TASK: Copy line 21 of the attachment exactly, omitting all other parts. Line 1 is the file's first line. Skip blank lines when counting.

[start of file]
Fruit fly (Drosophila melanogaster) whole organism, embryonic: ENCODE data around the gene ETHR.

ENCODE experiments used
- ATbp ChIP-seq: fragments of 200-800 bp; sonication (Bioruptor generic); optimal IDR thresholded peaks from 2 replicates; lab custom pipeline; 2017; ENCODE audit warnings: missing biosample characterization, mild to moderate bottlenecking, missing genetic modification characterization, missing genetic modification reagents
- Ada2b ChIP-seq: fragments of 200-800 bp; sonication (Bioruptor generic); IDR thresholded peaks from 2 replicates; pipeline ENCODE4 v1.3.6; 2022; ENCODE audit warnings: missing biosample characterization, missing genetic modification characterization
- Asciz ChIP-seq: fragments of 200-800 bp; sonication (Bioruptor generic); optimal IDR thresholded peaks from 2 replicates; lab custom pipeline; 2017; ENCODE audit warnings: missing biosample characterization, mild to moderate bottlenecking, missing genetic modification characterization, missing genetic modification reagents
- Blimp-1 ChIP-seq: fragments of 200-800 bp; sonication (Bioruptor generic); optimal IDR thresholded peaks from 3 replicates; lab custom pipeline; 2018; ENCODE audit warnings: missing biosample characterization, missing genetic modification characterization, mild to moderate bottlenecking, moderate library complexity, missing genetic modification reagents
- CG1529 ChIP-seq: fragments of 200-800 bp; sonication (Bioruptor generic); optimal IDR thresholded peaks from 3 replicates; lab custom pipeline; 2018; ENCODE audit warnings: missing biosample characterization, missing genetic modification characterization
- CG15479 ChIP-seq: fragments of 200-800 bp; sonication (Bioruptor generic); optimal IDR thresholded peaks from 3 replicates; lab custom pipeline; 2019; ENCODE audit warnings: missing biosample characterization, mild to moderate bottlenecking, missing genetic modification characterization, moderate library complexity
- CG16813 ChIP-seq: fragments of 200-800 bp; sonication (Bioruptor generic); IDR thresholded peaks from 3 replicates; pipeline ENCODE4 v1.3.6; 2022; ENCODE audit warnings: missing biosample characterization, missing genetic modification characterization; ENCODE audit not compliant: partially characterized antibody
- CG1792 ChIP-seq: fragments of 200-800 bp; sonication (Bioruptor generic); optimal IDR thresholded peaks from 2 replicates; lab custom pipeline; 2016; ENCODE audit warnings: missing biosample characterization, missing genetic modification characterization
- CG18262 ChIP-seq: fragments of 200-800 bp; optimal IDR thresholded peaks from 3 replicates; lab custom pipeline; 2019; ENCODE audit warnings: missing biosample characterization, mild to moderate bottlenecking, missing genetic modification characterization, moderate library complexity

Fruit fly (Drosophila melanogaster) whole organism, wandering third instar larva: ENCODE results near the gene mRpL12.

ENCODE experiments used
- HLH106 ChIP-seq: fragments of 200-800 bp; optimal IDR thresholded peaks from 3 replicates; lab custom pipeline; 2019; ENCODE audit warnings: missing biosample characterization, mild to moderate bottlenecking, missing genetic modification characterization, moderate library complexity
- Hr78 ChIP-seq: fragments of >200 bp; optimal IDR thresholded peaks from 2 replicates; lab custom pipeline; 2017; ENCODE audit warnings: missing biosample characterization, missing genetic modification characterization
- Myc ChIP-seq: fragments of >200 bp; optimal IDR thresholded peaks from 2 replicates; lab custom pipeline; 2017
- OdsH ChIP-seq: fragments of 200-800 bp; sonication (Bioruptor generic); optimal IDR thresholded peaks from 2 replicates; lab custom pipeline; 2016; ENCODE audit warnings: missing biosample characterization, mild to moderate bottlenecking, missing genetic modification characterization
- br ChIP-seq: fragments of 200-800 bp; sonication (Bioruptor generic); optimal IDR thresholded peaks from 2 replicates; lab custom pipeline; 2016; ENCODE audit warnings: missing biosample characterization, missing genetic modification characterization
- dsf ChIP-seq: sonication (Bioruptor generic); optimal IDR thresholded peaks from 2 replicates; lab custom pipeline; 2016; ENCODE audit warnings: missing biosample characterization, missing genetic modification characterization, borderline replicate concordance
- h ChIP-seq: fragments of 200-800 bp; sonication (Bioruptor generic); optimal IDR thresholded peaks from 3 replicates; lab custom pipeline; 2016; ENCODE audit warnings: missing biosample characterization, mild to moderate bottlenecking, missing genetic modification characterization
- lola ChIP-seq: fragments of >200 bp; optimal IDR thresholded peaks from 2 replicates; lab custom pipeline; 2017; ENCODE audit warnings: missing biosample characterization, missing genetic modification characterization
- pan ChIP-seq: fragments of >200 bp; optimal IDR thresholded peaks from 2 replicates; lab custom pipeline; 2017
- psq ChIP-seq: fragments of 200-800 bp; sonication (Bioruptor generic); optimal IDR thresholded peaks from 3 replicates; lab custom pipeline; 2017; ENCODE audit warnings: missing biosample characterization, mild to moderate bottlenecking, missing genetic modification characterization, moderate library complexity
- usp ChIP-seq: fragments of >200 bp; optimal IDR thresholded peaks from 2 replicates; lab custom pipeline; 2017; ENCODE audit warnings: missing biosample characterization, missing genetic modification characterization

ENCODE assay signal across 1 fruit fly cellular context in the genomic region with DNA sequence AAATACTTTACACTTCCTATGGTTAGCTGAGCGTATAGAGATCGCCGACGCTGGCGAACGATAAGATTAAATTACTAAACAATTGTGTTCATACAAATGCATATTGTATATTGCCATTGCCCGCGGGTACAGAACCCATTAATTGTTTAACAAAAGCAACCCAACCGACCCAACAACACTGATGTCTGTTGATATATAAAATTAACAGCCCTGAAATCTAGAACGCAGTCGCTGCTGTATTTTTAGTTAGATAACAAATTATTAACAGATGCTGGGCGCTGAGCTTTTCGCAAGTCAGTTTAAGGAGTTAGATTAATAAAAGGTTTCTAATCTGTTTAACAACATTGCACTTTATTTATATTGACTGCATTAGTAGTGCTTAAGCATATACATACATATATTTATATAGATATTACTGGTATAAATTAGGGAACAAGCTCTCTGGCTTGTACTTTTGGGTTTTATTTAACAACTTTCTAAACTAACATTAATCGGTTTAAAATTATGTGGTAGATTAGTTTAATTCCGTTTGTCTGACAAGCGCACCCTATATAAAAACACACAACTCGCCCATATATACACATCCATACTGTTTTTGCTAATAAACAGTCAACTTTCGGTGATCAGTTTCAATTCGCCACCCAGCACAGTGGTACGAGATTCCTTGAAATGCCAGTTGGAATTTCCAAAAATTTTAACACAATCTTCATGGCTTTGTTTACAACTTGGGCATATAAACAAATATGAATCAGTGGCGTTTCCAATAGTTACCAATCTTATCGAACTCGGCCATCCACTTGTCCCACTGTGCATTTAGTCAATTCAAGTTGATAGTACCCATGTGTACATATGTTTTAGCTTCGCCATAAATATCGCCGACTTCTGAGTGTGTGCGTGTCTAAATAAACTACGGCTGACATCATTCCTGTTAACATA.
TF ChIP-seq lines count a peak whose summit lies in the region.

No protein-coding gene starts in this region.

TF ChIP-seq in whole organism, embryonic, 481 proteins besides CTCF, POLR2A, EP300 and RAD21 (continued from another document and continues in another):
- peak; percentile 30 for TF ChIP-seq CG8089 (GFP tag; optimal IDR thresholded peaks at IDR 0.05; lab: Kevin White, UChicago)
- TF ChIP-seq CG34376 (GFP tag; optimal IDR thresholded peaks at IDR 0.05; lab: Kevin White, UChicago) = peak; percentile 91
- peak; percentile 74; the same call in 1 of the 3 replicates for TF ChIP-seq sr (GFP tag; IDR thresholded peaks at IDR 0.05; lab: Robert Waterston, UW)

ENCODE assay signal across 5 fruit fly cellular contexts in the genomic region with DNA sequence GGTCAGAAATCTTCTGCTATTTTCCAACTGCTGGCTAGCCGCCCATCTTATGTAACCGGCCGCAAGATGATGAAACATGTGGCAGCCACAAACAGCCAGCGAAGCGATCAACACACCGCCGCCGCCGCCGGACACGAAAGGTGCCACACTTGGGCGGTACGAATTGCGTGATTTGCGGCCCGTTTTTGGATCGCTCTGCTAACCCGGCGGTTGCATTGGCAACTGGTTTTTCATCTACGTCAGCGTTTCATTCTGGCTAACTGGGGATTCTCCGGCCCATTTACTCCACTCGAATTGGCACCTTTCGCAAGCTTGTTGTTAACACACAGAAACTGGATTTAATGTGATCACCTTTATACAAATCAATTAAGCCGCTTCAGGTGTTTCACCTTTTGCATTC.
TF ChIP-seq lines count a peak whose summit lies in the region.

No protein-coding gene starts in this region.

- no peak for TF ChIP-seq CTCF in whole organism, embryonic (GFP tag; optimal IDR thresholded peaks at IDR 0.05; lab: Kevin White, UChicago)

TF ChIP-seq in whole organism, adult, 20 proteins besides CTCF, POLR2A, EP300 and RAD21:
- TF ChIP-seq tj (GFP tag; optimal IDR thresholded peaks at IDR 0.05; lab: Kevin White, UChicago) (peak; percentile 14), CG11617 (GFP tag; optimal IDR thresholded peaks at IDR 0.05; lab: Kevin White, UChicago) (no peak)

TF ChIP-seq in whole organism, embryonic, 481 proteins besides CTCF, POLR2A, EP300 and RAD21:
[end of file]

- lola ChIP-seq: fragments of >200 bp; optimal IDR thresholded peaks from 2 replicates; lab custom pipeline; 2017; ENCODE audit warnings: missing biosample characterization, missing genetic modification characterization